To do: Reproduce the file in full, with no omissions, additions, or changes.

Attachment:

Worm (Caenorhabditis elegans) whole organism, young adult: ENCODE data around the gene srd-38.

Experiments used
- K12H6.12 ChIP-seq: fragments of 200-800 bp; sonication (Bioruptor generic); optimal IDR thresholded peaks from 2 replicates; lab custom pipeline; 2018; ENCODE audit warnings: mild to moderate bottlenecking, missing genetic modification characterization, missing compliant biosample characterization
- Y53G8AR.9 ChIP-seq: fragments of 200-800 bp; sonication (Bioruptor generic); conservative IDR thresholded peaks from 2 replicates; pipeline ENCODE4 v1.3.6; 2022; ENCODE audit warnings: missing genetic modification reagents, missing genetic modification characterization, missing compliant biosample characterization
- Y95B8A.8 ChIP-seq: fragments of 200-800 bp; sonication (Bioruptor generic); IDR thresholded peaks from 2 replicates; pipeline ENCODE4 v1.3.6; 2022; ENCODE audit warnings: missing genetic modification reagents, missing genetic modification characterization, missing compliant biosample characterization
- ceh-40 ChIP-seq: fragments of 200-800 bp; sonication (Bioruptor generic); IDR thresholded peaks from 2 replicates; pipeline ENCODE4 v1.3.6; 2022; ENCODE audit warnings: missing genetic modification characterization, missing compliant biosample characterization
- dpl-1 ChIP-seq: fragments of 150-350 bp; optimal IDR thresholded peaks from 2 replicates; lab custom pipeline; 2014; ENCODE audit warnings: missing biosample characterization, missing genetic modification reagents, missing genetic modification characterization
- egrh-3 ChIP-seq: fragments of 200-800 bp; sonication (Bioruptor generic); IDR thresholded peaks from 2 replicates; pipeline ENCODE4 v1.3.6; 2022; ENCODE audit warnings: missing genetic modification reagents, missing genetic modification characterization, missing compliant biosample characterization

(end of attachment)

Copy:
Worm (Caenorhabditis elegans) whole organism, young adult: ENCODE data around the gene srd-38.

Experiments used
- K12H6.12 ChIP-seq: fragments of 200-800 bp; sonication (Bioruptor generic); optimal IDR thresholded peaks from 2 replicates; lab custom pipeline; 2018; ENCODE audit warnings: mild to moderate bottlenecking, missing genetic modification characterization, missing compliant biosample characterization
- Y53G8AR.9 ChIP-seq: fragments of 200-800 bp; sonication (Bioruptor generic); conservative IDR thresholded peaks from 2 replicates; pipeline ENCODE4 v1.3.6; 2022; ENCODE audit warnings: missing genetic modification reagents, missing genetic modification characterization, missing compliant biosample characterization
- Y95B8A.8 ChIP-seq: fragments of 200-800 bp; sonication (Bioruptor generic); IDR thresholded peaks from 2 replicates; pipeline ENCODE4 v1.3.6; 2022; ENCODE audit warnings: missing genetic modification reagents, missing genetic modification characterization, missing compliant biosample characterization
- ceh-40 ChIP-seq: fragments of 200-800 bp; sonication (Bioruptor generic); IDR thresholded peaks from 2 replicates; pipeline ENCODE4 v1.3.6; 2022; ENCODE audit warnings: missing genetic modification characterization, missing compliant biosample characterization
- dpl-1 ChIP-seq: fragments of 150-350 bp; optimal IDR thresholded peaks from 2 replicates; lab custom pipeline; 2014; ENCODE audit warnings: missing biosample characterization, missing genetic modification reagents, missing genetic modification characterization
- egrh-3 ChIP-seq: fragments of 200-800 bp; sonication (Bioruptor generic); IDR thresholded peaks from 2 replicates; pipeline ENCODE4 v1.3.6; 2022; ENCODE audit warnings: missing genetic modification reagents, missing genetic modification characterization, missing compliant biosample characterization